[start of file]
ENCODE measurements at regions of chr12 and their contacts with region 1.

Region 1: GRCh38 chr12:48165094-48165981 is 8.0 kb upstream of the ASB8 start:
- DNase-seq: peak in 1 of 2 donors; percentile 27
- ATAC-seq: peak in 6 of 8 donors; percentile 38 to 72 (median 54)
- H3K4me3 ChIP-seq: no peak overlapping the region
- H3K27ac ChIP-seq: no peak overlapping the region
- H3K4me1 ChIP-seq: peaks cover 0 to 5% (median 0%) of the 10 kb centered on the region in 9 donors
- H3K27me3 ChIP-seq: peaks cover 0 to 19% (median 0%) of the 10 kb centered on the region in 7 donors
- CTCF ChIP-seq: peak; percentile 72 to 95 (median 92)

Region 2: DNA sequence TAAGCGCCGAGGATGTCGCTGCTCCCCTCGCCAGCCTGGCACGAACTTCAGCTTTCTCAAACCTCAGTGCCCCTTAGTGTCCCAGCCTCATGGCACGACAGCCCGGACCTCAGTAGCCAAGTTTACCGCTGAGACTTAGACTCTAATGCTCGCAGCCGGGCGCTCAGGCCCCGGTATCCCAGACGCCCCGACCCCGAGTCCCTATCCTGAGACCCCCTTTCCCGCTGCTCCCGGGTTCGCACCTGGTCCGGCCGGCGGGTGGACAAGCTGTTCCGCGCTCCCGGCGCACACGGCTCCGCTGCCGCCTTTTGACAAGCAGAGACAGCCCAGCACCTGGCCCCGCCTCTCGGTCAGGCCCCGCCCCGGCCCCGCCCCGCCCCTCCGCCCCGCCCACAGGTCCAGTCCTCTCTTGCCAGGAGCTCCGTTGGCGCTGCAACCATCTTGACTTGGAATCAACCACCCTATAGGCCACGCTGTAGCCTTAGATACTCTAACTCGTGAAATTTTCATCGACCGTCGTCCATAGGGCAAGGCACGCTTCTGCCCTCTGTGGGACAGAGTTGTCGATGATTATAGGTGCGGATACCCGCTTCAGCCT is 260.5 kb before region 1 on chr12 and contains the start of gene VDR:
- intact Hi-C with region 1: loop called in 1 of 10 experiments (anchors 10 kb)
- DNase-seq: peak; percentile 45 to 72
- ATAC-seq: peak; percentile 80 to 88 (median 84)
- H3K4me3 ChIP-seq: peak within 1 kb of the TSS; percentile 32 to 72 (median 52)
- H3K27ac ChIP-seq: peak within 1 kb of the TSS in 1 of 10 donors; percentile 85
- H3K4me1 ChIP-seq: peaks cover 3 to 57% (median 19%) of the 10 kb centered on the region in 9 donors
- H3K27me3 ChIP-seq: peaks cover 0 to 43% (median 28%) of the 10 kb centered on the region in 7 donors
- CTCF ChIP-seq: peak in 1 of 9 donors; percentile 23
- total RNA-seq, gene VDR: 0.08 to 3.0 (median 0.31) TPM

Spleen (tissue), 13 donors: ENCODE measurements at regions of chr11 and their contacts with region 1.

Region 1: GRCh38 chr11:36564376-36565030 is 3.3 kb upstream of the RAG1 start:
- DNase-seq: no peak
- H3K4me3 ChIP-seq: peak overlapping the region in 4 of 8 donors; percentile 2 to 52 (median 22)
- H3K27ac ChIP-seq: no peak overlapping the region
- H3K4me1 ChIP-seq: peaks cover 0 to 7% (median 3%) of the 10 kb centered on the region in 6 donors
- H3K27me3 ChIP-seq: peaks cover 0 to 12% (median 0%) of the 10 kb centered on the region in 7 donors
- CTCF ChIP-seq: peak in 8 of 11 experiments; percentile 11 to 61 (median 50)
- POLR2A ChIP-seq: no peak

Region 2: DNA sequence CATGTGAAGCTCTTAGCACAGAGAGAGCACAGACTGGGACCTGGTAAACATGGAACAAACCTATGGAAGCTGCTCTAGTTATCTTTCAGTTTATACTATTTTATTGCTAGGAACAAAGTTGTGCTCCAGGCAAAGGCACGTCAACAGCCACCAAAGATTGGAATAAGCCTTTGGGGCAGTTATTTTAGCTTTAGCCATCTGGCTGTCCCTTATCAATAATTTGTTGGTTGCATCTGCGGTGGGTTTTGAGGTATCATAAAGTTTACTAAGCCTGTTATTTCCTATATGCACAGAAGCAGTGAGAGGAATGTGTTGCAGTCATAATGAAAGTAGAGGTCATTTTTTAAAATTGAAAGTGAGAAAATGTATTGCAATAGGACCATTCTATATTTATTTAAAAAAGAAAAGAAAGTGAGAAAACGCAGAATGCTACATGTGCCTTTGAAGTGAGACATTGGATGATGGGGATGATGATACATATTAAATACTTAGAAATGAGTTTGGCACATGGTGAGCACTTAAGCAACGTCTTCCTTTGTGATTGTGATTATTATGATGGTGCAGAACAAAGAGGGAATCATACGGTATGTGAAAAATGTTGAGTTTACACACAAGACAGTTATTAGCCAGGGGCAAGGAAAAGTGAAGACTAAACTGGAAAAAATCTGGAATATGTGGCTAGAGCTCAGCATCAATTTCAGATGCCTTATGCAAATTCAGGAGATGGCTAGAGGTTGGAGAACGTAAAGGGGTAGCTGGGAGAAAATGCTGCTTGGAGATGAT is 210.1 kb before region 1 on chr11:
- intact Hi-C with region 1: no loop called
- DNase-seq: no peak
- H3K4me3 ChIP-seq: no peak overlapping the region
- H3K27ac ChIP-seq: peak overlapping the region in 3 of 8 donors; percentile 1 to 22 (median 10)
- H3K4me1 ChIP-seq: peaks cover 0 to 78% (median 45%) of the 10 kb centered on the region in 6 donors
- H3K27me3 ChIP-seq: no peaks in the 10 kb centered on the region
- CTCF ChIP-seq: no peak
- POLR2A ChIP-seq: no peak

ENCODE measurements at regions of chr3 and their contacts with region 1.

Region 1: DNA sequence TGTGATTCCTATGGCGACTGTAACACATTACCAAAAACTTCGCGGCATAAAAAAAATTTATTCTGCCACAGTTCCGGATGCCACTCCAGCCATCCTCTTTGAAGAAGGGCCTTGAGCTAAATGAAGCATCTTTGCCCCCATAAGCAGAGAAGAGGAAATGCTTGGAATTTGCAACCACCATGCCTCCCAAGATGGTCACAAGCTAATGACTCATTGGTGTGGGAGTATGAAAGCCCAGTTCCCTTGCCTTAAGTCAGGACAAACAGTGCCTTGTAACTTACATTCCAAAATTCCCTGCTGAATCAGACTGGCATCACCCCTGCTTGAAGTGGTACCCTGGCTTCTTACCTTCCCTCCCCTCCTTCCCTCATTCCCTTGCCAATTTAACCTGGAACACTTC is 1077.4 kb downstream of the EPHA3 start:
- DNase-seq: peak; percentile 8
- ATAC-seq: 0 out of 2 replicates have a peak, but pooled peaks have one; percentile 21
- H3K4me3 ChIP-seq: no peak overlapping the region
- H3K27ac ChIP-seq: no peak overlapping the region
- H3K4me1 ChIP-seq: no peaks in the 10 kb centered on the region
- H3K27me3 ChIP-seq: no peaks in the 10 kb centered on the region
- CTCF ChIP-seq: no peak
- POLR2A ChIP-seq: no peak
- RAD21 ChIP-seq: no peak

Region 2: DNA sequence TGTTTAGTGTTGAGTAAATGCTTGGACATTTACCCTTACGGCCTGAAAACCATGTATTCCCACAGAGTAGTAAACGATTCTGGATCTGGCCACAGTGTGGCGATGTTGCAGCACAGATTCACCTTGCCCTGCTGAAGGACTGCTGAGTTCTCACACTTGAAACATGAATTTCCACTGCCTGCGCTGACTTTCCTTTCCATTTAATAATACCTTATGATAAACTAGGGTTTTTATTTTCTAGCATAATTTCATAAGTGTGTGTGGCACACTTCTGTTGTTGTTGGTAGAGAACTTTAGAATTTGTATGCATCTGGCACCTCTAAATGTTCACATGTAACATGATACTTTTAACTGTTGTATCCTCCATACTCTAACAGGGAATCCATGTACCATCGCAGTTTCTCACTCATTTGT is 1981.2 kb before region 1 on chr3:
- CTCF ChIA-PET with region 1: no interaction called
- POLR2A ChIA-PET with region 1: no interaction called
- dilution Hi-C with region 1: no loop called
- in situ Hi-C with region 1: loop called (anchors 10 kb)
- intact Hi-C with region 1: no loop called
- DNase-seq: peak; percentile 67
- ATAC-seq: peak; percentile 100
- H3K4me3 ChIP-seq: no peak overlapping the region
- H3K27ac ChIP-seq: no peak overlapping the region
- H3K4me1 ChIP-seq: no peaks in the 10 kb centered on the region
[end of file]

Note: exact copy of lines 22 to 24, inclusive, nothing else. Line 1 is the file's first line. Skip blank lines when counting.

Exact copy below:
- DNase-seq: no peak
- H3K4me3 ChIP-seq: peak overlapping the region in 4 of 8 donors; percentile 2 to 52 (median 22)
- H3K27ac ChIP-seq: no peak overlapping the region